Tevye carried the barrel on his shoulder from the warehouse to a wagon outside. With a groan, he let the great weight slide off his neck and roll onto the planks of the wagon. Walking back to the warehouse, he could barely stand straight. Why bother? He would only have to stoop over again to lift another barrel onto his back. But if he were in New York, there he could be a wealthy importer of wines, or the owner of a fancy restaurant, or the manager of one of his son-in-law’s hotels. True, Pedhotzer was a swine of a person, but for the sake of the family, Tevye could pretend to get along. He would move in with his daughter until he could get started on his own. With a little luck and hard work, it wouldn’t be long before Tevye could afford a mansion like everyone else.

Tevye in the Promised Land, Chapter Thirty-One: Hevedke the Jew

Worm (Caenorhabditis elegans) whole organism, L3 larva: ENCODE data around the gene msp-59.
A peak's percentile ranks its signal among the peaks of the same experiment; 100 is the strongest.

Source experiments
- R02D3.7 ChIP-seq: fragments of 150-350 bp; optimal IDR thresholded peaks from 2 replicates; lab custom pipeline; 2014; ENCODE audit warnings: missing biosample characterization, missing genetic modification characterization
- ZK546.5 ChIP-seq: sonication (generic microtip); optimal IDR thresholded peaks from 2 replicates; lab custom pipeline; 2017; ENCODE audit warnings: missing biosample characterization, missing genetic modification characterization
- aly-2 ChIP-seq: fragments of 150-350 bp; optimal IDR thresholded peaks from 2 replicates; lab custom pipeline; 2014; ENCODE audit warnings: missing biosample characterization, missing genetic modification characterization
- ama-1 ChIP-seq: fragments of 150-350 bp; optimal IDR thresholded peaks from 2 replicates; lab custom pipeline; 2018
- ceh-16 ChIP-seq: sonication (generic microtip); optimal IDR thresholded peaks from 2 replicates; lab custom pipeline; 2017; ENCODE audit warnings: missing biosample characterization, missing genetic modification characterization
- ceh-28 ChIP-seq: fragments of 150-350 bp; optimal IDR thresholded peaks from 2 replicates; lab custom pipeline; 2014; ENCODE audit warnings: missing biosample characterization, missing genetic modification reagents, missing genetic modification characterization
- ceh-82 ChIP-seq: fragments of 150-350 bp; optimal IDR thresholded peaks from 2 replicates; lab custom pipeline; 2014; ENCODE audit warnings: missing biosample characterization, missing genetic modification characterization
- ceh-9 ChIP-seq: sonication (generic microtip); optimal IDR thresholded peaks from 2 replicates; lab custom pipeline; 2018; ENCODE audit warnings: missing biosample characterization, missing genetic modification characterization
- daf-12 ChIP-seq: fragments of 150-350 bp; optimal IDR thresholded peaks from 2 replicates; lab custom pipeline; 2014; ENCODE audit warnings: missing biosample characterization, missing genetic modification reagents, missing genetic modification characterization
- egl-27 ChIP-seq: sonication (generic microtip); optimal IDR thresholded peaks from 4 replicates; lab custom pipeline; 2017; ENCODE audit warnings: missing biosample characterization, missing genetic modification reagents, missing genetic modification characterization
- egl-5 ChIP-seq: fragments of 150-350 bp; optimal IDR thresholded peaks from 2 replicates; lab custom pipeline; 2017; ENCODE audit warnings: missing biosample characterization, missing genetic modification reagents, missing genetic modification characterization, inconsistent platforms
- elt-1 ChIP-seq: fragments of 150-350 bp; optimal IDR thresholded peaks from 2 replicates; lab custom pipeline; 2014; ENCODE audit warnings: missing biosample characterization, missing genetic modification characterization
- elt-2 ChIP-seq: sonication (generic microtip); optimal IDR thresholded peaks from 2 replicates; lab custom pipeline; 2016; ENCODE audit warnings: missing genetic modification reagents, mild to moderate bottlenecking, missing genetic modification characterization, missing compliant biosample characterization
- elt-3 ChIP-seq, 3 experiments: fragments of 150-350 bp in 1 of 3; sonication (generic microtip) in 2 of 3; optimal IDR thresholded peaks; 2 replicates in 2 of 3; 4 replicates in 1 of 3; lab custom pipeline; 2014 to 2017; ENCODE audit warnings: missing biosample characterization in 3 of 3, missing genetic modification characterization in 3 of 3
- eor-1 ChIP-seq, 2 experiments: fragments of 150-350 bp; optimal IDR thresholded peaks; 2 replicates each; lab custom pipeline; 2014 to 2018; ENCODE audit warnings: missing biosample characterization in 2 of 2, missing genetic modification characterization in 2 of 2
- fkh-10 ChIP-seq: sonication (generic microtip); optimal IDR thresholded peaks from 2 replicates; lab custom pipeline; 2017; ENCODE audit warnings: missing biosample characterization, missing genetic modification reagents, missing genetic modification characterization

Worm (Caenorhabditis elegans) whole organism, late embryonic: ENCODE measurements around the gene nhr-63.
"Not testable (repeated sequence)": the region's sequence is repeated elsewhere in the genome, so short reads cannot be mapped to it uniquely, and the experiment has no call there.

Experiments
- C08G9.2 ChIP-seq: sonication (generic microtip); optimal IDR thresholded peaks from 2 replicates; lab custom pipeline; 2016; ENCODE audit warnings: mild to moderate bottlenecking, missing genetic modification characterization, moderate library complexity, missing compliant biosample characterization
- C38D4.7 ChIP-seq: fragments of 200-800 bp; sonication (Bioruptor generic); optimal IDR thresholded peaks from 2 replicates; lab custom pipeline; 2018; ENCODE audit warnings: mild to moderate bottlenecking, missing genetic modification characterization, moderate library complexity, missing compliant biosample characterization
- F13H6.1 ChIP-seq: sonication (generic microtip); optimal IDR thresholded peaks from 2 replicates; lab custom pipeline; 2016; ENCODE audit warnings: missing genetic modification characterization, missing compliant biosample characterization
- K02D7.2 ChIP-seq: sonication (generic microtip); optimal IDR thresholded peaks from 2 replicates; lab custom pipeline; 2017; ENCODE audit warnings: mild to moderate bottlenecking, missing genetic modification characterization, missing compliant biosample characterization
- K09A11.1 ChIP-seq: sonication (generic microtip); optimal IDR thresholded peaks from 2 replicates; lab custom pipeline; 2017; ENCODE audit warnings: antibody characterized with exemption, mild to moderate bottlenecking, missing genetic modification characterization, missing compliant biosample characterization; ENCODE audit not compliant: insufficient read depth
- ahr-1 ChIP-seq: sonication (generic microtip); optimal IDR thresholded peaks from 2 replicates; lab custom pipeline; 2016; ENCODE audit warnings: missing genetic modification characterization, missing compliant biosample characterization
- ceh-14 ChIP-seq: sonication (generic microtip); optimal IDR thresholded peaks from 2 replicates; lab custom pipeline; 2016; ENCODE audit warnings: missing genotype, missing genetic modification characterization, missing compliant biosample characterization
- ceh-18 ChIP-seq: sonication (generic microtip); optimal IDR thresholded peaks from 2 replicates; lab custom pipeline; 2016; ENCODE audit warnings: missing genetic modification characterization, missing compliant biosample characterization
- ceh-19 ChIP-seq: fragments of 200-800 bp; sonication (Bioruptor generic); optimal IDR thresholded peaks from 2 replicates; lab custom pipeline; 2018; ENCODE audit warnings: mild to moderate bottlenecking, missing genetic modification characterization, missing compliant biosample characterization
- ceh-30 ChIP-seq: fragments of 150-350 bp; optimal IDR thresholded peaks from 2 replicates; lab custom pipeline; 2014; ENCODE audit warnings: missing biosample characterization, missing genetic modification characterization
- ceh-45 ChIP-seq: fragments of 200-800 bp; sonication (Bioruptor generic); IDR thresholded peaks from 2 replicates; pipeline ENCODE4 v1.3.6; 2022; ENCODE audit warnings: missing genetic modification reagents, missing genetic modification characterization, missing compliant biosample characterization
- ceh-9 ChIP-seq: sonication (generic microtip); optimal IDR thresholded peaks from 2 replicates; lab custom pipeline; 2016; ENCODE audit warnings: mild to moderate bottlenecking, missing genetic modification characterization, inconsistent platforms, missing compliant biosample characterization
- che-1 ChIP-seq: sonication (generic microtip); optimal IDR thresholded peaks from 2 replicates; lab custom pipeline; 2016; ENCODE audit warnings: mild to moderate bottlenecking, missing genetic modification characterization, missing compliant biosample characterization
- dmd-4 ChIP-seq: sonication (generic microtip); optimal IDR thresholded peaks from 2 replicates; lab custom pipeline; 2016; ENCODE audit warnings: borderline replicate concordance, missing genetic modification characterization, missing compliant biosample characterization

Tuesday, March 19th, 2013

Almost at the same time that Tevye was immersing little Moishe in the mystical mikvah in Safed, Hevedke Galagan was immersing himself in a mikvah in Jaffa as part of his conversion to Judaism. Afterward, a special brit milah circumcision was performed, and the blond Russian youth entered into the covenant between God and the Jewish People. His new Hebrew name was Yitzhak ben Avraham, a name chosen for its Biblical significance, and for its similarity to the name of the Chief Rabbi of Jaffa, HaRav Avraham Yitzchak HaCohen Kook, who the new Issac so greatly admired.